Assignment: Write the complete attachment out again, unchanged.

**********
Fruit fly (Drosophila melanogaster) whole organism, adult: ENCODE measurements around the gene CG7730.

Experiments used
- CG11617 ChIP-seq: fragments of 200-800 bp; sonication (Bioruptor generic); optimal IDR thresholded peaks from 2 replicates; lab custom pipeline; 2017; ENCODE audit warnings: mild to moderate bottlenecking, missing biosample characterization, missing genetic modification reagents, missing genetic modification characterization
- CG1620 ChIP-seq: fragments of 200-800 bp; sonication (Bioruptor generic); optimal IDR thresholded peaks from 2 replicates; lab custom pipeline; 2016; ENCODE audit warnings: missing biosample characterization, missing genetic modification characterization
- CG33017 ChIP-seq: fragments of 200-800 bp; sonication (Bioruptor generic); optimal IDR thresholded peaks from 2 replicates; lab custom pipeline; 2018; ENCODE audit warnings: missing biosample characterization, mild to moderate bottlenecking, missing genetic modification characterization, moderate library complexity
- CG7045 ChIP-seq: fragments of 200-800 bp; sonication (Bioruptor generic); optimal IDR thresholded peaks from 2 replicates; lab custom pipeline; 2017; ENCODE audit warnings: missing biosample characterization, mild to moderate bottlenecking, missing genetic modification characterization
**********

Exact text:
Fruit fly (Drosophila melanogaster) whole organism, adult: ENCODE measurements around the gene CG7730.

Experiments used
- CG11617 ChIP-seq: fragments of 200-800 bp; sonication (Bioruptor generic); optimal IDR thresholded peaks from 2 replicates; lab custom pipeline; 2017; ENCODE audit warnings: mild to moderate bottlenecking, missing biosample characterization, missing genetic modification reagents, missing genetic modification characterization
- CG1620 ChIP-seq: fragments of 200-800 bp; sonication (Bioruptor generic); optimal IDR thresholded peaks from 2 replicates; lab custom pipeline; 2016; ENCODE audit warnings: missing biosample characterization, missing genetic modification characterization
- CG33017 ChIP-seq: fragments of 200-800 bp; sonication (Bioruptor generic); optimal IDR thresholded peaks from 2 replicates; lab custom pipeline; 2018; ENCODE audit warnings: missing biosample characterization, mild to moderate bottlenecking, missing genetic modification characterization, moderate library complexity
- CG7045 ChIP-seq: fragments of 200-800 bp; sonication (Bioruptor generic); optimal IDR thresholded peaks from 2 replicates; lab custom pipeline; 2017; ENCODE audit warnings: missing biosample characterization, mild to moderate bottlenecking, missing genetic modification characterization